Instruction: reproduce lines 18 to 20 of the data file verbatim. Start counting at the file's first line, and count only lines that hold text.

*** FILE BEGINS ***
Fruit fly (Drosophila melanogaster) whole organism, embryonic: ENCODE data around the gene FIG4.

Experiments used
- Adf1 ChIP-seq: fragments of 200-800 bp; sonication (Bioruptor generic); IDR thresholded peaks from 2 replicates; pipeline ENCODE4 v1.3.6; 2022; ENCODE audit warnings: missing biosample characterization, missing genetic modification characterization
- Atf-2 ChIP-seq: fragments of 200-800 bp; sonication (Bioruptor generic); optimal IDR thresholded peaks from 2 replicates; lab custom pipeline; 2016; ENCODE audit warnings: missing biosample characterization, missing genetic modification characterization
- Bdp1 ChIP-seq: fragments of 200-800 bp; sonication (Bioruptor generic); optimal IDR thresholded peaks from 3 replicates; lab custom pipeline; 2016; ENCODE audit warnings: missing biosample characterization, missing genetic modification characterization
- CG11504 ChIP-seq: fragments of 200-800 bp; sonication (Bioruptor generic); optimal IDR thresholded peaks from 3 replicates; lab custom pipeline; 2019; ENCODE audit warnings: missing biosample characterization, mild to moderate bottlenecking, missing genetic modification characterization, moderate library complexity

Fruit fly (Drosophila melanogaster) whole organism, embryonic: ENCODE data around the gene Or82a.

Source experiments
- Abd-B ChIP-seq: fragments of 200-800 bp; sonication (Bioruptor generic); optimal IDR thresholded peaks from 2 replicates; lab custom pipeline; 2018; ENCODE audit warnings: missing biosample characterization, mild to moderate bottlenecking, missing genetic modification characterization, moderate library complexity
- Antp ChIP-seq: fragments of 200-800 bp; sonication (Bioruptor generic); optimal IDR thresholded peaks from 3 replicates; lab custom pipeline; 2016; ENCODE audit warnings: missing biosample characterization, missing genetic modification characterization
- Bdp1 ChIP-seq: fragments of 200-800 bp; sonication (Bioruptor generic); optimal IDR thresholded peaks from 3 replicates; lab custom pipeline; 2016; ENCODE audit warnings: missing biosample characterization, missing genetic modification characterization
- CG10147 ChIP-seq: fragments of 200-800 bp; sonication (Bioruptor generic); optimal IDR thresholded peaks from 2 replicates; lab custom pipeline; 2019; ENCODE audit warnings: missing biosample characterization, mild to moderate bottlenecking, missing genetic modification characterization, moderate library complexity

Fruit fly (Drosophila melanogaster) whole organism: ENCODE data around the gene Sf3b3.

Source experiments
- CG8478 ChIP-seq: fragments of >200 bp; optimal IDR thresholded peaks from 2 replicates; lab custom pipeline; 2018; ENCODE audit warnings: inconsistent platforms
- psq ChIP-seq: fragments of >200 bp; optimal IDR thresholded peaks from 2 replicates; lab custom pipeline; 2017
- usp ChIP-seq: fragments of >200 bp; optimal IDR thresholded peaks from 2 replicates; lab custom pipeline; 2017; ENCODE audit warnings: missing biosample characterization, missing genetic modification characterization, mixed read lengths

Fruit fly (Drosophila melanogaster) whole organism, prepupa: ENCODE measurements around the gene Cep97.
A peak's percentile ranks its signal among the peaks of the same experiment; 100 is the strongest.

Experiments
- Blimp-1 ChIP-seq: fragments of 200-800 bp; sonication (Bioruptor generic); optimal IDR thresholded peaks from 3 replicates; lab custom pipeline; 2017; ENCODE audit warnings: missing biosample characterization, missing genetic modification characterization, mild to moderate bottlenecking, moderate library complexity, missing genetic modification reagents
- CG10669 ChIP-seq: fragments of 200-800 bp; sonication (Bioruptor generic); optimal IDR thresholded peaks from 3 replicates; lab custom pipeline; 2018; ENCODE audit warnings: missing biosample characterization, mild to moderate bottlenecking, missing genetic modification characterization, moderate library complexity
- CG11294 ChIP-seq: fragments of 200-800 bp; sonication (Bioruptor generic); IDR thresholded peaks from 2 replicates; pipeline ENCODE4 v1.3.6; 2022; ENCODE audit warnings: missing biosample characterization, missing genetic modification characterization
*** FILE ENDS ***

Fruit fly (Drosophila melanogaster) whole organism, prepupa: ENCODE measurements around the gene Cep97.
A peak's percentile ranks its signal among the peaks of the same experiment; 100 is the strongest.

Experiments